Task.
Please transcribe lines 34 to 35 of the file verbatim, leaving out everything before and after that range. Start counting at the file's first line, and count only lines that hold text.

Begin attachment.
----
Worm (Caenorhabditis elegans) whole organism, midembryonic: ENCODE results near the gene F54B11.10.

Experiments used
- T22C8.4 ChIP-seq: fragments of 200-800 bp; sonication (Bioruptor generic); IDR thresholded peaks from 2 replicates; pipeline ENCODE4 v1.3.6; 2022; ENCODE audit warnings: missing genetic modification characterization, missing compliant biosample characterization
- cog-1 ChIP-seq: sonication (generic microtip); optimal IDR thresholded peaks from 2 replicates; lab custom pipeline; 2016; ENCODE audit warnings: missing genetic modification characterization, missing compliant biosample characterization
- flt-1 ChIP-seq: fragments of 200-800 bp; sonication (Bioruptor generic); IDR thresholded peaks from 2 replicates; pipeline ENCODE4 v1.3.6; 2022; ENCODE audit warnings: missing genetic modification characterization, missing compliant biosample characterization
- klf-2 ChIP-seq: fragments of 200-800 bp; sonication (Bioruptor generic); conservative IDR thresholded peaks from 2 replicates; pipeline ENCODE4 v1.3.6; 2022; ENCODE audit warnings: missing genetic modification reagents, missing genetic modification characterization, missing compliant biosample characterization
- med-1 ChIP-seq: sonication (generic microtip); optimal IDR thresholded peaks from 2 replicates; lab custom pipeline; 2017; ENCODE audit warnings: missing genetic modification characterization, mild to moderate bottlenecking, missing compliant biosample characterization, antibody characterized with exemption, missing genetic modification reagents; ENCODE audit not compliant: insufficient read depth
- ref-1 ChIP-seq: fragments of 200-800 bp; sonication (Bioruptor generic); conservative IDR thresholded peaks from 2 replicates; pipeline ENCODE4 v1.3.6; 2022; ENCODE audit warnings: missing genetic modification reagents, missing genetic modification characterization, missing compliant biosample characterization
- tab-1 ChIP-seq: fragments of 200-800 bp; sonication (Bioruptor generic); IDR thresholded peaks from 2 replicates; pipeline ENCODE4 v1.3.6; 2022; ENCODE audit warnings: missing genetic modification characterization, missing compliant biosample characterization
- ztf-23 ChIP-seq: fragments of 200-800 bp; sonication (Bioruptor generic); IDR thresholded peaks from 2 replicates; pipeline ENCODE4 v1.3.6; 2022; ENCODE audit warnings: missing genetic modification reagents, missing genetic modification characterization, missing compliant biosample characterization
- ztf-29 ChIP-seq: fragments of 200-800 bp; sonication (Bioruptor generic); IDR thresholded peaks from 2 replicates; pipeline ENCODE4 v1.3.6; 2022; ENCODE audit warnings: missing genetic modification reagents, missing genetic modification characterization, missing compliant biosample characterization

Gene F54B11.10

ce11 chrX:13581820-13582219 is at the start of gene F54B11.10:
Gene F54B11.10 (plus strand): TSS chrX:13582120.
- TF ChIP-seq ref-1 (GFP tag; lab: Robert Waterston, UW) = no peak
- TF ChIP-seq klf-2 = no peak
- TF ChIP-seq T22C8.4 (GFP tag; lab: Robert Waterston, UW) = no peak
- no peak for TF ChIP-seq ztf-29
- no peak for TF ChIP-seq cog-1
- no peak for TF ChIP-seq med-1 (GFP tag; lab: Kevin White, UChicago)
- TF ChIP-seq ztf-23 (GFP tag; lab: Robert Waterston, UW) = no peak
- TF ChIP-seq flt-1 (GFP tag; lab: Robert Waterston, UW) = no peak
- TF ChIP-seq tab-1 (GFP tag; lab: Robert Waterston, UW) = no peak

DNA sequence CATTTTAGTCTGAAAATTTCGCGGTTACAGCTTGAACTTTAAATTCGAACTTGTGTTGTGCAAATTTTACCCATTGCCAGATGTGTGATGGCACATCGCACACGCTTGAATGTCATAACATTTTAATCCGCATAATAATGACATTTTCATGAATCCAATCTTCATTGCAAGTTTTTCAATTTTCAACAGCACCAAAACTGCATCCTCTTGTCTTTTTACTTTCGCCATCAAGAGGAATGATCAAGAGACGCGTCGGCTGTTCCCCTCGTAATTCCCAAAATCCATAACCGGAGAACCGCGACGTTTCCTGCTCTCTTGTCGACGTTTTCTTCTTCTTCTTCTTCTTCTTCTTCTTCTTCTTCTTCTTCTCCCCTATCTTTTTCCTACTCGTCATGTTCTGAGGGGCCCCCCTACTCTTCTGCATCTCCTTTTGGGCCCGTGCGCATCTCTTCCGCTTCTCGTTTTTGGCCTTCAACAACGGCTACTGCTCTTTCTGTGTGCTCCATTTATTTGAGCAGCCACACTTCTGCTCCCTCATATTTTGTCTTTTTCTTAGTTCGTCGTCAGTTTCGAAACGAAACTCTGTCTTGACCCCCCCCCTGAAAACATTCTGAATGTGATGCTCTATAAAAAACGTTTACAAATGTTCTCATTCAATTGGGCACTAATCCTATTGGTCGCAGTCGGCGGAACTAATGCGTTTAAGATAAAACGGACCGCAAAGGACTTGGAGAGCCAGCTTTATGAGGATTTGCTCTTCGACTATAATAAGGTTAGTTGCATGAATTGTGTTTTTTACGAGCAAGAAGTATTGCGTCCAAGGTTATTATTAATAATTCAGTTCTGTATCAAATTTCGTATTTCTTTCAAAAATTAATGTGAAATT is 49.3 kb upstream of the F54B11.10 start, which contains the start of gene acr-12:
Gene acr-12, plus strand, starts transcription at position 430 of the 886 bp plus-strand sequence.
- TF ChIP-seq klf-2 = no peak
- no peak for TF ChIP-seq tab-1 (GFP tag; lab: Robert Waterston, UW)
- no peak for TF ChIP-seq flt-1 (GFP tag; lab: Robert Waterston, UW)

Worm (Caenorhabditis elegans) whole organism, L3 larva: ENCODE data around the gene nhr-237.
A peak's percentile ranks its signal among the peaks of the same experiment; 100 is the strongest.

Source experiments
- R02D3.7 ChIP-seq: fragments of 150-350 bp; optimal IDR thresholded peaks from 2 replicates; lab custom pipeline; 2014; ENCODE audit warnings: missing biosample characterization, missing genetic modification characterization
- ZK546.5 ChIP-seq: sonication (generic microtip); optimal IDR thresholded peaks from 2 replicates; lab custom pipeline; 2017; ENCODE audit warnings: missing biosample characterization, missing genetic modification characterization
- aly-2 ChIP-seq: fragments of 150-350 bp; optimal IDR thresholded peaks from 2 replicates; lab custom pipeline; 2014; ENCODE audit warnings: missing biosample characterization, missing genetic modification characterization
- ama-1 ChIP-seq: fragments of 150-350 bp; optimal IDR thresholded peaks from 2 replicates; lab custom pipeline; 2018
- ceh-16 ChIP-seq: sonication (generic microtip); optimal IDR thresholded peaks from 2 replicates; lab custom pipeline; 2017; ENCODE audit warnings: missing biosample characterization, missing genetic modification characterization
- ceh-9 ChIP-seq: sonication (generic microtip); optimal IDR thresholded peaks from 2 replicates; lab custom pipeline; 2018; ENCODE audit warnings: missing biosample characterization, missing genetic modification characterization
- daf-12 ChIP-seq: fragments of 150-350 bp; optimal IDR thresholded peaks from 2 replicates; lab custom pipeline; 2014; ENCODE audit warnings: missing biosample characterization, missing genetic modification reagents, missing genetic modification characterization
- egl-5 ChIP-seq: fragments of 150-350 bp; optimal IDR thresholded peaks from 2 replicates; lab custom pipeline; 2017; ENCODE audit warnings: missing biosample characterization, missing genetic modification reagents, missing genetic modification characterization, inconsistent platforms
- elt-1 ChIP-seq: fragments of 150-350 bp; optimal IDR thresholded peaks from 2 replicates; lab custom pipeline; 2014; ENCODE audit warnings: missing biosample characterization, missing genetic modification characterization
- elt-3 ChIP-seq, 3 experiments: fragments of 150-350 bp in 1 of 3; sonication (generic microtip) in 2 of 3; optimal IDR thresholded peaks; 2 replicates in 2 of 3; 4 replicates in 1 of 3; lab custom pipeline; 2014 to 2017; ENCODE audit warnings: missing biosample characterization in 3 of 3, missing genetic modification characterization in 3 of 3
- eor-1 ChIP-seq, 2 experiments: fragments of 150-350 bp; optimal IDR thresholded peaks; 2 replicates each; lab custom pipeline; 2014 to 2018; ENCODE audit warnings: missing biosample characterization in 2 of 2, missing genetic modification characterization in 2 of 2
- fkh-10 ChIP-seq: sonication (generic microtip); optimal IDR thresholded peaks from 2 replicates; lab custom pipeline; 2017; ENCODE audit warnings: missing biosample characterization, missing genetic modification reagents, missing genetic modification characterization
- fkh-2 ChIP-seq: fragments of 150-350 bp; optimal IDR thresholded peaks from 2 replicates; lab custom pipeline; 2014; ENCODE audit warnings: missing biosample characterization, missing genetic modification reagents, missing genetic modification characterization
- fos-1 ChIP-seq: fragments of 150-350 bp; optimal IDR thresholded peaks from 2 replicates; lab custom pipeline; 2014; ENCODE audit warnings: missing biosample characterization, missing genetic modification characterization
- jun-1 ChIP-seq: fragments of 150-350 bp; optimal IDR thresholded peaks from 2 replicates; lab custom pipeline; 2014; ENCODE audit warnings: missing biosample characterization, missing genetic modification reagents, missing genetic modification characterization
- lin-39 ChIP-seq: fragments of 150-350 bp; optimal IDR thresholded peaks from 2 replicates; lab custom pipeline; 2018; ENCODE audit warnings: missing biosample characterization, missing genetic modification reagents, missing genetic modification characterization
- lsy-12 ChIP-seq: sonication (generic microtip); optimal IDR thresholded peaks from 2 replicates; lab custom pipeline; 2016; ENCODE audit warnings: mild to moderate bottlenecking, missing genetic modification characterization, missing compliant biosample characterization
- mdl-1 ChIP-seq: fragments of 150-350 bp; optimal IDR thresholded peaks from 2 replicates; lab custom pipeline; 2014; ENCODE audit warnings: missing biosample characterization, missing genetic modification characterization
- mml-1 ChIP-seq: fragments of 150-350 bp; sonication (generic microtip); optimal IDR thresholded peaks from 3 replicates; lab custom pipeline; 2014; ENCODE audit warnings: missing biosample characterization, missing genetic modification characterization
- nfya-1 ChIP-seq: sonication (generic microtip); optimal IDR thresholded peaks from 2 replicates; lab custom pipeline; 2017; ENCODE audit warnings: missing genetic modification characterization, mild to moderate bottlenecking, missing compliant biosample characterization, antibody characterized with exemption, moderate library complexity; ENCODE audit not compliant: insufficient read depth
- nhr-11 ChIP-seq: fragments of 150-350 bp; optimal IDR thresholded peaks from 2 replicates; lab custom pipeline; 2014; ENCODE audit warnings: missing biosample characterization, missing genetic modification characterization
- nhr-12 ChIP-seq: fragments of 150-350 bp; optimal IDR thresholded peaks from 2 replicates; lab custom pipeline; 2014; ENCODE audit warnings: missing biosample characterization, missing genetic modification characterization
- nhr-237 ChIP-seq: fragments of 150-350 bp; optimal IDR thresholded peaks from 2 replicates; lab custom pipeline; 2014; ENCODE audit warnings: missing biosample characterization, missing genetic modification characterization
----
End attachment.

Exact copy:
- aly-2 ChIP-seq: fragments of 150-350 bp; optimal IDR thresholded peaks from 2 replicates; lab custom pipeline; 2014; ENCODE audit warnings: missing biosample characterization, missing genetic modification characterization
- ama-1 ChIP-seq: fragments of 150-350 bp; optimal IDR thresholded peaks from 2 replicates; lab custom pipeline; 2018